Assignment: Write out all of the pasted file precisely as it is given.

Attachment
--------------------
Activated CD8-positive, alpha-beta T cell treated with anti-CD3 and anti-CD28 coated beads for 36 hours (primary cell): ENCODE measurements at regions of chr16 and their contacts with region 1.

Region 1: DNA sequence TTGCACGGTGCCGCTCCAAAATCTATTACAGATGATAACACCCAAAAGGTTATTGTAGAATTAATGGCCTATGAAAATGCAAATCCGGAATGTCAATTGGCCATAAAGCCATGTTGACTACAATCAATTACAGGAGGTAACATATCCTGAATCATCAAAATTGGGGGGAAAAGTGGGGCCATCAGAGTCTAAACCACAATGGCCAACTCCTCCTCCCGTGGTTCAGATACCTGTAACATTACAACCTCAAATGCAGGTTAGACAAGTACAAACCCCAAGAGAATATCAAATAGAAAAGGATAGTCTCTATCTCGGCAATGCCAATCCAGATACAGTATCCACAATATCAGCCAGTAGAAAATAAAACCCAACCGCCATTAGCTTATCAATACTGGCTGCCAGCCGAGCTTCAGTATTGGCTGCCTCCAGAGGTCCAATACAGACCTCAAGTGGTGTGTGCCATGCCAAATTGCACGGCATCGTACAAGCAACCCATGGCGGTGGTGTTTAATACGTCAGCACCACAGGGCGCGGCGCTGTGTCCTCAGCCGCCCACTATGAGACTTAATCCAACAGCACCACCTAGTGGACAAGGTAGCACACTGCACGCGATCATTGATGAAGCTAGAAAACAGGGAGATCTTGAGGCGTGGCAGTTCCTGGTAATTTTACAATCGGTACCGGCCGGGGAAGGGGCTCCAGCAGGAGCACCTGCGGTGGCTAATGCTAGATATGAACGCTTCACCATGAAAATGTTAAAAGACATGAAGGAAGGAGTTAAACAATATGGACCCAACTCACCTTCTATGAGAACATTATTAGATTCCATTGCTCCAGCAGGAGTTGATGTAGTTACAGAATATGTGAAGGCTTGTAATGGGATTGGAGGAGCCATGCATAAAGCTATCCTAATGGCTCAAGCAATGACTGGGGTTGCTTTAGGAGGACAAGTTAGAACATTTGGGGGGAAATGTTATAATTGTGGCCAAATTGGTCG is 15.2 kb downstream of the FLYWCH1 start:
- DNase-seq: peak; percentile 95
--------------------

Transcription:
Activated CD8-positive, alpha-beta T cell treated with anti-CD3 and anti-CD28 coated beads for 36 hours (primary cell): ENCODE measurements at regions of chr16 and their contacts with region 1.

Region 1: DNA sequence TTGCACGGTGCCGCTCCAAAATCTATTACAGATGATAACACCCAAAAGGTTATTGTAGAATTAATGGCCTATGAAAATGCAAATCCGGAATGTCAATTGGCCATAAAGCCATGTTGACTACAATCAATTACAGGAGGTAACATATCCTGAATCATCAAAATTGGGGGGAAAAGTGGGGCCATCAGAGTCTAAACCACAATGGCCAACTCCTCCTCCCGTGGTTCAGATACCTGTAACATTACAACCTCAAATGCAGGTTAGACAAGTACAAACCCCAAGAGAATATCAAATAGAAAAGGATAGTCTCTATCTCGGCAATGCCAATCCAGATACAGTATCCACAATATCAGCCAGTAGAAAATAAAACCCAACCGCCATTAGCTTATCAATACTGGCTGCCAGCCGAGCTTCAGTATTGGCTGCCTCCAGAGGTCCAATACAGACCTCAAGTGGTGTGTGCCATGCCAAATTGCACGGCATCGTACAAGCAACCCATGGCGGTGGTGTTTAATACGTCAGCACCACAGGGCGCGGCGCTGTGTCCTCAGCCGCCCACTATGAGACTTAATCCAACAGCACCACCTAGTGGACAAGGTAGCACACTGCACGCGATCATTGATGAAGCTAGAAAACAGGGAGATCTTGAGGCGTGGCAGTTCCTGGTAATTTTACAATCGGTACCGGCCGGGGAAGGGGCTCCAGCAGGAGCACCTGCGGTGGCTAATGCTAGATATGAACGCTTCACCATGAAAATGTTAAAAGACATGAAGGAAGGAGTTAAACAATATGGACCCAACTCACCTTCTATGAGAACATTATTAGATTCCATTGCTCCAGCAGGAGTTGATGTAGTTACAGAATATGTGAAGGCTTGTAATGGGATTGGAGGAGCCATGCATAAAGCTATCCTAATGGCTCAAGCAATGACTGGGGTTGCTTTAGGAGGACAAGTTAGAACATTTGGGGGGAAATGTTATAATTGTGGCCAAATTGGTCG is 15.2 kb downstream of the FLYWCH1 start:
- DNase-seq: peak; percentile 95